Students at middle schools in Evanston/Skokie District 65 are in for a period of austerity, for the next couple of years at least, as the district copes with the impact of rising enrollments and the failure of voters to approve a referendum last month that would have given the district the authority to borrow some $28 million for construction work at its middle and magnet schools.
Some of the changes under consideration will involve lunch hours that begin as early as 10 a.m., two or more students sharing a single locker, some classrooms reduced to rolling carts that move from space to space, and mobile classrooms detached from the main building.
Although the district has limited borrowing authority for capital projects within its debt service extension base, these funds are allocated for dealing with a crumbling infrastructure, such as leaky roofs, disintegrating masonry, and aging boilers that demand immediate attention as a life and safety issue.
At the board’s regular monthly meeting Monday night, member Andrew Pigozzi, a school architect with expertise on such matters, continued to advocate a referendum to seek additional funds for middle school additions and renovations.
Member Kim Weaver inquired as to whether the district could dip into its estimated $10 million in reserves for some emergency maintenance, but was told by the district's chief financial officer Mary Brown that the reserves were necessary to manage the operating budget, where timing issues between expenditures and income require reserves just to keep the district operating on a day-to-day basis.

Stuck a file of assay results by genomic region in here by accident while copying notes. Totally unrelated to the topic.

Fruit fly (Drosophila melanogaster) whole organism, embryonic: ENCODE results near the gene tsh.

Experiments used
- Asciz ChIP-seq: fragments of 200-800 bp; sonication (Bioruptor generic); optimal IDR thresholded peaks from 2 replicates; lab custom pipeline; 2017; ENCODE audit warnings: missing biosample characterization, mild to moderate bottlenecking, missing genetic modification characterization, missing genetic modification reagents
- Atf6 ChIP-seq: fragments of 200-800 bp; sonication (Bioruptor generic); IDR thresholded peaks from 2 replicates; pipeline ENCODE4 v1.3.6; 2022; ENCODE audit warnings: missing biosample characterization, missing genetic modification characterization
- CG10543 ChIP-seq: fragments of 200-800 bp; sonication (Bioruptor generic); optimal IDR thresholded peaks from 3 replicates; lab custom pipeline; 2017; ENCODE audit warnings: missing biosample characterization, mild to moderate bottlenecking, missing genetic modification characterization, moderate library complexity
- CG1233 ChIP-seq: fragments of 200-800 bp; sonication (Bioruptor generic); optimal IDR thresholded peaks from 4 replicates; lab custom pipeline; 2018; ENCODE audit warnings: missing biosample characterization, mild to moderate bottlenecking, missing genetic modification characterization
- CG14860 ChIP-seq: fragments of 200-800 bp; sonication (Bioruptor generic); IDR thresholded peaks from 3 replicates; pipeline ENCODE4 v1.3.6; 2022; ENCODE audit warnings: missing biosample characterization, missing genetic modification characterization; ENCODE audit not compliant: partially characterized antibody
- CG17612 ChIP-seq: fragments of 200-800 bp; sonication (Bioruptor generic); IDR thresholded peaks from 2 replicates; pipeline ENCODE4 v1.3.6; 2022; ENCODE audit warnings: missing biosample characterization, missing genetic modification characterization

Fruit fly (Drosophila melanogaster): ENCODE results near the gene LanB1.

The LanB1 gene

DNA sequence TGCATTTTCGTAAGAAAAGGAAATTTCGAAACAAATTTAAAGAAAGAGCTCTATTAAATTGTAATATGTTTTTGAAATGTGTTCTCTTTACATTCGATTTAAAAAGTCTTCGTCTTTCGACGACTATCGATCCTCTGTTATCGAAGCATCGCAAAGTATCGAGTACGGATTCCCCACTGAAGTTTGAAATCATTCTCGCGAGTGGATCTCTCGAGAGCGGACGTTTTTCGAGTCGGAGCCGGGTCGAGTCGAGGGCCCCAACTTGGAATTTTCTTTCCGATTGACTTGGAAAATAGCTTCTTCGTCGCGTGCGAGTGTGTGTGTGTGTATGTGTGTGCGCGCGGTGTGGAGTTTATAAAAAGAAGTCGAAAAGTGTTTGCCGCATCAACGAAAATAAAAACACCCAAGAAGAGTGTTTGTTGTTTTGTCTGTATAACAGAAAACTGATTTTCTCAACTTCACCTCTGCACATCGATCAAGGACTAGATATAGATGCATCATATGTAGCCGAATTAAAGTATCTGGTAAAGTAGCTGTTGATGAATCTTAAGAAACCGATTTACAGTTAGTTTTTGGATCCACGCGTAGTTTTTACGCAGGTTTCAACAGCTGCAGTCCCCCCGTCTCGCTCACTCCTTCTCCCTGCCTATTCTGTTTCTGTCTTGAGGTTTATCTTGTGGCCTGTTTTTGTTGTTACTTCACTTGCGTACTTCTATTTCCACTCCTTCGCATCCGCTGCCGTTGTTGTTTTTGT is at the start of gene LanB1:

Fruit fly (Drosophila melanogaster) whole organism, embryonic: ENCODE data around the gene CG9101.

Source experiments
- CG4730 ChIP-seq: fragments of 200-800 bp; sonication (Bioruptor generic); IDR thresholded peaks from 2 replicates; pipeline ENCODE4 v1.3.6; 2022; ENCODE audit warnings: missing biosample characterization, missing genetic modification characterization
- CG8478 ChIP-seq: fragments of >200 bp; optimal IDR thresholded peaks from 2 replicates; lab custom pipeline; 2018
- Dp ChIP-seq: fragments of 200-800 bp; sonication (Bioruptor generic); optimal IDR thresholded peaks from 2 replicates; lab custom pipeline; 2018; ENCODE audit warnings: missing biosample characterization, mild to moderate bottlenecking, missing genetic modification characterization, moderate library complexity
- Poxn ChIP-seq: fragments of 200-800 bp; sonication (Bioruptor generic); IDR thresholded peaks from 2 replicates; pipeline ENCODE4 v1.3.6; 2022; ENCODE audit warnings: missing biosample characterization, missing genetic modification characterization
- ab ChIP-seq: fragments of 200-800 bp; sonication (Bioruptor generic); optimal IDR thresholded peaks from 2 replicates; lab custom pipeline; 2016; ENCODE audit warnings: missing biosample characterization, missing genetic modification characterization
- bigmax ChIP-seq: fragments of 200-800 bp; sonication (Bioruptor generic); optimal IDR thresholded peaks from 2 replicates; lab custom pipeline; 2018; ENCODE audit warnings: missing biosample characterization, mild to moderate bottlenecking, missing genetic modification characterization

Member Jerome Summers doubted that another referendum would do any good as “the voters told us they did not want to pay to build a new school or to fix the middle schools” by the defeat of the March referendum. He advocated a significant visioning exercise to put the district on the path to excellence.
Board President Katie Bailey supported that notion for the long term, but said the short-term focus on the board needs to be “to deal with our housing problem.”
Superintendent Hardy Murphy said that the immediate strategy is to let classroom sizes rise and to manage the increase as it occurs. In the short term, for example, space is especially critical at Lincolnwood, in Northwest Evanston, while some space is currently available at Walker School in Skokie. Some Lincolnwood students could, he said, be redistricted to Walker.
Complicating matters is the fact that Walker and Lincolnwood are feeder schools to different middle schools, as Lincolnwood feeds into Haven and Walker into Chute. All three middle school principals addressed the board Monday night to outline the difficulties facing them as they anticipate enrollment increases.
As a weary board adjourned around 11:30 p.m., it directed Superintendent Murphy to develop new scenarios for them to consider at future meetings.